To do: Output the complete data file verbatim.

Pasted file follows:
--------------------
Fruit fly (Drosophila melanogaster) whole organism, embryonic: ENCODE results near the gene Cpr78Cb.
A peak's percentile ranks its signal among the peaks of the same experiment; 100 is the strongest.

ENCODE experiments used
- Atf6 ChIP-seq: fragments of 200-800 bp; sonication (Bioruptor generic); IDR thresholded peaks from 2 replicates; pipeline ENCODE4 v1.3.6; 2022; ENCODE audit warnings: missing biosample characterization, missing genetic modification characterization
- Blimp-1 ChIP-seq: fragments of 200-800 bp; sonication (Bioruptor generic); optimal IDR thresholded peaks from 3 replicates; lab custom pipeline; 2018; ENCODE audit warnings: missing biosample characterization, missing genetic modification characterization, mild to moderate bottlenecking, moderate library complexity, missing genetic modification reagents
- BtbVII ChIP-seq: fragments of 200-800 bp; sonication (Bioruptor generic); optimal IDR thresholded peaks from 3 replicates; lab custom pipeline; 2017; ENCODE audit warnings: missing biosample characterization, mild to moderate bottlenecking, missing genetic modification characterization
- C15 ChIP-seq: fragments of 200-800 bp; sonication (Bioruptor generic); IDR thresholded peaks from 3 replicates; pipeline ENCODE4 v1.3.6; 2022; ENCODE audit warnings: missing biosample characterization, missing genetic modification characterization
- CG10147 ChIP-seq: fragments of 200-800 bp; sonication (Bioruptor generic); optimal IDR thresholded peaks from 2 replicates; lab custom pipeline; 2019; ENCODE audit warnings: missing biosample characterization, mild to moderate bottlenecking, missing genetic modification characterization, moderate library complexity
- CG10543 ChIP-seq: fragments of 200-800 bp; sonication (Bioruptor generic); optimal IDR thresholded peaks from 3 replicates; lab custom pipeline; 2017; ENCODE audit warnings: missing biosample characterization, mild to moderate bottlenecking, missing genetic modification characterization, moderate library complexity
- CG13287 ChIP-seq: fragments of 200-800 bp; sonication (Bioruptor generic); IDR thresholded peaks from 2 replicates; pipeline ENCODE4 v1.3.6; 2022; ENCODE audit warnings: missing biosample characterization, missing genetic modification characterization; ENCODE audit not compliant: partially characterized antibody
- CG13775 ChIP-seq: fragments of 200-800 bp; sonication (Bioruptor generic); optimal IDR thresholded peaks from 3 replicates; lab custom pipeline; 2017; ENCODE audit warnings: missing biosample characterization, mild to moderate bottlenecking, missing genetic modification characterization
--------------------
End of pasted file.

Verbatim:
Fruit fly (Drosophila melanogaster) whole organism, embryonic: ENCODE results near the gene Cpr78Cb.
A peak's percentile ranks its signal among the peaks of the same experiment; 100 is the strongest.

ENCODE experiments used
- Atf6 ChIP-seq: fragments of 200-800 bp; sonication (Bioruptor generic); IDR thresholded peaks from 2 replicates; pipeline ENCODE4 v1.3.6; 2022; ENCODE audit warnings: missing biosample characterization, missing genetic modification characterization
- Blimp-1 ChIP-seq: fragments of 200-800 bp; sonication (Bioruptor generic); optimal IDR thresholded peaks from 3 replicates; lab custom pipeline; 2018; ENCODE audit warnings: missing biosample characterization, missing genetic modification characterization, mild to moderate bottlenecking, moderate library complexity, missing genetic modification reagents
- BtbVII ChIP-seq: fragments of 200-800 bp; sonication (Bioruptor generic); optimal IDR thresholded peaks from 3 replicates; lab custom pipeline; 2017; ENCODE audit warnings: missing biosample characterization, mild to moderate bottlenecking, missing genetic modification characterization
- C15 ChIP-seq: fragments of 200-800 bp; sonication (Bioruptor generic); IDR thresholded peaks from 3 replicates; pipeline ENCODE4 v1.3.6; 2022; ENCODE audit warnings: missing biosample characterization, missing genetic modification characterization
- CG10147 ChIP-seq: fragments of 200-800 bp; sonication (Bioruptor generic); optimal IDR thresholded peaks from 2 replicates; lab custom pipeline; 2019; ENCODE audit warnings: missing biosample characterization, mild to moderate bottlenecking, missing genetic modification characterization, moderate library complexity
- CG10543 ChIP-seq: fragments of 200-800 bp; sonication (Bioruptor generic); optimal IDR thresholded peaks from 3 replicates; lab custom pipeline; 2017; ENCODE audit warnings: missing biosample characterization, mild to moderate bottlenecking, missing genetic modification characterization, moderate library complexity
- CG13287 ChIP-seq: fragments of 200-800 bp; sonication (Bioruptor generic); IDR thresholded peaks from 2 replicates; pipeline ENCODE4 v1.3.6; 2022; ENCODE audit warnings: missing biosample characterization, missing genetic modification characterization; ENCODE audit not compliant: partially characterized antibody
- CG13775 ChIP-seq: fragments of 200-800 bp; sonication (Bioruptor generic); optimal IDR thresholded peaks from 3 replicates; lab custom pipeline; 2017; ENCODE audit warnings: missing biosample characterization, mild to moderate bottlenecking, missing genetic modification characterization